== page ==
Heartworm Prevention in Miami, FL


At Dollys Animal Clinic, we strongly emphasize the significance of heartworm prevention for all pet owners.

The reason behind this emphasis is that heartworm is a preventable disease and not taking preventive measures can lead to devastating outcomes both emotionally and financially. For both experienced and novice pet owners, we provide an overview of heartworm, how it spreads, and ways to prevent it from affecting your beloved pet.
cute dog on vet table at dollys animal clinic

The World of Heartworms

Heartworm disease is a serious threat to both cats and dogs. Although cats are more resistant to the disease, it can still infect them. Dogs, on the other hand, are highly vulnerable to heartworm disease and often show no signs of infection in the early stages. Heartworm disease is preventable and can be cured if diagnosed early, but if left untreated, it can be fatal. Therefore, it is crucial for pet owners to have their cats and dogs tested for heartworm disease on an annual basis, regardless of whether they are already on preventive medication.

What is Heartworm Disease?

Heartworms are a type of parasitic worm that can infect several mammals through mosquito bites. However, dogs, wolves, coyotes, and foxes are the most common hosts as the worms can mature and reproduce inside their bodies. Ferrets are also susceptible to the disease, which can be fatal. While cats and humans can contract heartworm disease, the worms typically die before reaching adulthood, making them less harmful to internal organs such as the heart and lungs.

How Does Heartworm Disease Spread?

Heartworms are a parasitic worm that spread to animals solely through mosquito bites. When a mosquito feeds on the blood of an infected animal, the microfilariae living in the animal's bloodstream are ingested. Within two weeks, these microfilariae develop into infectious larvae. When a mosquito bites a susceptible host, it transmits the larvae into the animal's bloodstream through the puncture wound caused by the mosquito's bite, thus infecting the animal with heartworms. If your pet is receiving heartworm prevention medication, the larvae die quickly without causing harm. However, if your pet is not on heartworm-preventative medication, the heartworm can live undetected for years and cause serious complications as it grows and reaches adulthood.

What are Heartworm Symptoms?

Heartworm symptoms depend on the stage of infection and the number of worms.
Stage 1: Occasional cough with no other symptoms.
Stage 2: Occasional cough with abnormal tiredness.
Stage 3: Occasional cough, abnormal tiredness, and breathing difficulties. Chest x-ray may show signs of heart and/or lung damage.
Stage 4: Severe damage to the heart, lungs, liver, and kidneys. Caval syndrome may occur, which is a life-threatening condition that requires quick surgical intervention. However, most dogs do not survive long enough to receive the surgery.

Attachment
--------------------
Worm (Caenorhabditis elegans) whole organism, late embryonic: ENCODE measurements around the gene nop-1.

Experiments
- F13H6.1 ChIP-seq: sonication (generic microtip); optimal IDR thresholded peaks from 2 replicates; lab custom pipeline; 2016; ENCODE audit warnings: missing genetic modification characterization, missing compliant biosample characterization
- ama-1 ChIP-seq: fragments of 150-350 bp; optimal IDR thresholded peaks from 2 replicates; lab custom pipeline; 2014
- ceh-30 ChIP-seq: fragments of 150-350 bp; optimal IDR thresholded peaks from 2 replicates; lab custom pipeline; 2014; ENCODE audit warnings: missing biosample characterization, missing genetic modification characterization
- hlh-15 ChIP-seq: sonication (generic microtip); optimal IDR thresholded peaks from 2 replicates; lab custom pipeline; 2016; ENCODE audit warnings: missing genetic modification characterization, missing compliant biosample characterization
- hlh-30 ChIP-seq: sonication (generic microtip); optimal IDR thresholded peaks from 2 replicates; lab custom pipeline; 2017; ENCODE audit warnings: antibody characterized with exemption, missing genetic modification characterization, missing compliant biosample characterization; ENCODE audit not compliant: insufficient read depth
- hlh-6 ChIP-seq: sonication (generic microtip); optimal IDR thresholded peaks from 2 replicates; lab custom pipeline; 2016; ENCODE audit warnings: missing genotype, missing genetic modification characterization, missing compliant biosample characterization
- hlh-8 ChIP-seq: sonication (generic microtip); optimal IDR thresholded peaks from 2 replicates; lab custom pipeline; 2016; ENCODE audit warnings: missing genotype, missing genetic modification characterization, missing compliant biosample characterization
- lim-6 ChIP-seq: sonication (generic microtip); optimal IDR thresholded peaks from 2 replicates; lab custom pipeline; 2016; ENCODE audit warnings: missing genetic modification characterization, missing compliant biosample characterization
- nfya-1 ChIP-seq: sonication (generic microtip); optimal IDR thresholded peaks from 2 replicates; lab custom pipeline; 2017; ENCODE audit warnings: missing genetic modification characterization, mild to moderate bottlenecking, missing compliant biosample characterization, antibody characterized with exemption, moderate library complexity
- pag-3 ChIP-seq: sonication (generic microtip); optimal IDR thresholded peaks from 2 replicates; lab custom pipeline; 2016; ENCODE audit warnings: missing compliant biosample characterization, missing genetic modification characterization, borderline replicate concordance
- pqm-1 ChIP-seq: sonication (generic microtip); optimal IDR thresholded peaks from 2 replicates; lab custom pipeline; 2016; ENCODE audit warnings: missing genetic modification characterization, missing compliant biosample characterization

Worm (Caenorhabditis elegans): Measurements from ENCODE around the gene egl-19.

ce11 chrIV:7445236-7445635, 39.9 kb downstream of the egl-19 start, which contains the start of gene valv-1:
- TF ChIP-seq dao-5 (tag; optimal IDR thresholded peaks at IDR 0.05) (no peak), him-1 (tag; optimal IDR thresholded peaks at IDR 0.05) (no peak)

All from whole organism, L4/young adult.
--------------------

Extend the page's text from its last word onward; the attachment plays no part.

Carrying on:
Can You Treat Heartworm Disease?

Treating heartworm in dogs is a challenging and expensive process that requires frequent veterinary visits, blood work, x-rays, hospitalization, and multiple medications. Unfortunately, there is no FDA-approved drug to treat heartworm in cats. However, cats that test positive for heartworm have a better chance of recovery since they are not the ideal hosts for the parasite. The best course of action is to prevent heartworm infection altogether in both cats and dogs.

Heartworm Prevention is the Best Treatment

To protect dogs and cats from heartworm infection, it is recommended to start them on prevention medication at a young age, ideally as early as two months old. The dosage of the medication is based on the animal's body weight and can be administered as early as the first check-up. Heartworm infection is widespread in the US, and all dogs and cats are at risk of contracting the disease. There are three types of prevention medication available, but they all must be prescribed by a veterinarian. Heartworm prevention can be received through:

Monthly heartworm prevention pills
Monthly topical solution
Bi-annual preventative injections

Here's a picture of the reported heartworm incidence in the US in 2019 alone:


Next Steps for a Healthier Pet

You should consult your veterinarian immediately if your pet is not on a heartworm prevention regimen, or if you are more than two weeks late in administering your monthly heartworm preventative. You can make an appointment by calling 786-396-1209.

Dollys Animal Clinic offers urgent care, orthopedic surgery, pet wellness care, in-house laboratory testing, and dental care for dogs and cats in Tamiami, Sweetwater, West Kendall, Westchester.